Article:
7 Phrases Your Cover Letter Should NEVER Say

Writing a cover letter is not an easy task. Sometimes you get engrossed in writing tips that you start to sound more like a robot in your writing. While it’s important to sound like a professional version of you and showcase parts of your personality in your writing, it’s crucial that you leave out these phrases from your cover letter.

1.  “With my skills and experience, I’m a perfect fit.”

When you include a generic statement like this without demonstrating a reason for why you’re a good fit, you’re telling the hiring manager that you haven’t taken the time to do your research. Before writing your cover letter, review what makes you qualified for the position or even what specific skills makes you the “perfect fit,” so you can include examples and demonstrate them in your cover letter.

2.  “…looking for an opportunity to work in this industry.”

No one wants to hire someone seeking to work in a specific industry. Hiring managers want to hire people who want to work for their specific company. Not all companies are interchangeable within an industry and it makes it seem like you would work for their competitor just the same as their company.

3.  “…experienced, goal-oriented team player…”

Anybody can say generic attributes about themselves and they all are. Express what makes you different from all of the other applicants.

4.  “Although I don’t have experience in…”

DO NOT highlight any lack of experience or qualification in your cover letter. This immediately gives a hiring manager reason to trash your application. Instead, emphasize other qualifications and key skills that they are looking for. If you don’t have any qualifications or skills that match the requirements, then you shouldn’t be applying in the first place.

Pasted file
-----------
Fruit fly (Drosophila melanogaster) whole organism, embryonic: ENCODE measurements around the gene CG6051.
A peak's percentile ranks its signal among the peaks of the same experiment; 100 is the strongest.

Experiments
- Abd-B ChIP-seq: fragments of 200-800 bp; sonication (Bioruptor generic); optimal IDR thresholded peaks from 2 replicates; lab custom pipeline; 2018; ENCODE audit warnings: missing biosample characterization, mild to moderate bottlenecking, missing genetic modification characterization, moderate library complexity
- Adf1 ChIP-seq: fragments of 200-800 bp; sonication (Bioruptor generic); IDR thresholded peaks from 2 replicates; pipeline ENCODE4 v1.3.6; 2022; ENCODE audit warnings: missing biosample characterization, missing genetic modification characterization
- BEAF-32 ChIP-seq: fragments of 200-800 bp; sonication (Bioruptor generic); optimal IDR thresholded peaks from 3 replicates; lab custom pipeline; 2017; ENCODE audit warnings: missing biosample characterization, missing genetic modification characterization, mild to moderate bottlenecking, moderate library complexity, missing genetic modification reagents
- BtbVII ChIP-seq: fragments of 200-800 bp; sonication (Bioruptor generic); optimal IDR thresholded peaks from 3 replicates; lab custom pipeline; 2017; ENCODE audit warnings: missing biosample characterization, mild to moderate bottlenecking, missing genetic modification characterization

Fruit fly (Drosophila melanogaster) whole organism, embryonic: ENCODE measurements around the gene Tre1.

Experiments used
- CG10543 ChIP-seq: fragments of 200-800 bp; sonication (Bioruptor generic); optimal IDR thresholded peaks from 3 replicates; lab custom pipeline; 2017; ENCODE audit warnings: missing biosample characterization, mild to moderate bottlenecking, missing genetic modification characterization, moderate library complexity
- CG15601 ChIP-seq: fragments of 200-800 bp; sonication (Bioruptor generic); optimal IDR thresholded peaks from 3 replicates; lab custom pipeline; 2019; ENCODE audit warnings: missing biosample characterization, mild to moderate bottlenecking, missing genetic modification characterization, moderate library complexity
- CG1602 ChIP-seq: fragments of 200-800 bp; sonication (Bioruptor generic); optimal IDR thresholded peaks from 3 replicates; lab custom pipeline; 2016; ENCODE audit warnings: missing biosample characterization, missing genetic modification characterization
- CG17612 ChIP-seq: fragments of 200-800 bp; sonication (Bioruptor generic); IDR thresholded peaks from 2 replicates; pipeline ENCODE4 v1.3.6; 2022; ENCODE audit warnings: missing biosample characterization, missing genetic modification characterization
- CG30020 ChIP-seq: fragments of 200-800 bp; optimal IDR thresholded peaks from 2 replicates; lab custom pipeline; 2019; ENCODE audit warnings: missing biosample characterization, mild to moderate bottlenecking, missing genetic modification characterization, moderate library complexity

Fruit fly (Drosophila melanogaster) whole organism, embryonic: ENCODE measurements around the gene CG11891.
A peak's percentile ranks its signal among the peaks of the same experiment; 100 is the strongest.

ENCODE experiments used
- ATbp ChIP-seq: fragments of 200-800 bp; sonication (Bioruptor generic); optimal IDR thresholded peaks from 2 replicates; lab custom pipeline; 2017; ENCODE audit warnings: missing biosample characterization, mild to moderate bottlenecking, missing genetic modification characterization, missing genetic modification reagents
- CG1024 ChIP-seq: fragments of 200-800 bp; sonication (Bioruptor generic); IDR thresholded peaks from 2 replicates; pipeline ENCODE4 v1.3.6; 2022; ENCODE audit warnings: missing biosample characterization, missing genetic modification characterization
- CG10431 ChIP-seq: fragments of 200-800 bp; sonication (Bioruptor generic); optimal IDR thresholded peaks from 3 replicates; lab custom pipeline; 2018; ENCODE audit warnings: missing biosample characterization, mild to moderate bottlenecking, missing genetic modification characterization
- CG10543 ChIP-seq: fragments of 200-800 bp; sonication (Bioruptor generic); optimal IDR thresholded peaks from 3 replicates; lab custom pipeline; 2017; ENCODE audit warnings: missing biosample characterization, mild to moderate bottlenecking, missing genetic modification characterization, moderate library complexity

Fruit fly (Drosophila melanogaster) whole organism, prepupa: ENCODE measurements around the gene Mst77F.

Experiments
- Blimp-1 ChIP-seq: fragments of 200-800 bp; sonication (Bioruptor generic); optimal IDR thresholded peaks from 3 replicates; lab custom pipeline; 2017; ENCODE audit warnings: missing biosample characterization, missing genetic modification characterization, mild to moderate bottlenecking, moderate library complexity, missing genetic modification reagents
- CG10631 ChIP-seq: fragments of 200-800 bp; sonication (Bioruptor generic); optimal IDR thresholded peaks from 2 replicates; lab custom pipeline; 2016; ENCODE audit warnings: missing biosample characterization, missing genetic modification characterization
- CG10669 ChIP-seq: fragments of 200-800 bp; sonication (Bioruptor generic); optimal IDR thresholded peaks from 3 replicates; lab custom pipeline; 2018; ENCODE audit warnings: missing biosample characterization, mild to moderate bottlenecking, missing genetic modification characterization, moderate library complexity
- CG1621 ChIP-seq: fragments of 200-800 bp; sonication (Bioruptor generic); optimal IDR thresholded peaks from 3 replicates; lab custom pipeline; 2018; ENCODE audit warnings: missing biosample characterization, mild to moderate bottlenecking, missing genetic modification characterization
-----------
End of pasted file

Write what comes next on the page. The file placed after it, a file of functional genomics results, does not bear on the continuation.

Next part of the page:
5.  “I left my previous company because…”

Don’t bring up the past until they ask you in the interview. Whether you got fired or left on your own terms, this piece of information should not be included in your cover letter. How to Answer in an Interview: “Why did you Leave your Last Job?”

6.  “…my desired compensation…”

Unless they give you specific instruction to provide salary requirements in the cover letter, you should not include this. Many employers are looking to hire someone who cares about the job and the company. If you bring up money in your cover letter, you are clearly stating that you are applying solely for the paycheck.

7.   “Thank you for taking the time to read my resume.”

This is a very passive and weak closure statement. Another weak statement is “I hope to hear from you soon.” By saying these statements, you give the hiring manager the choice to call you back. Instead, end your cover letter asking for an interview. You can also include your availability. This direct tone is more likely to persuade the hiring manager to give you a chance.

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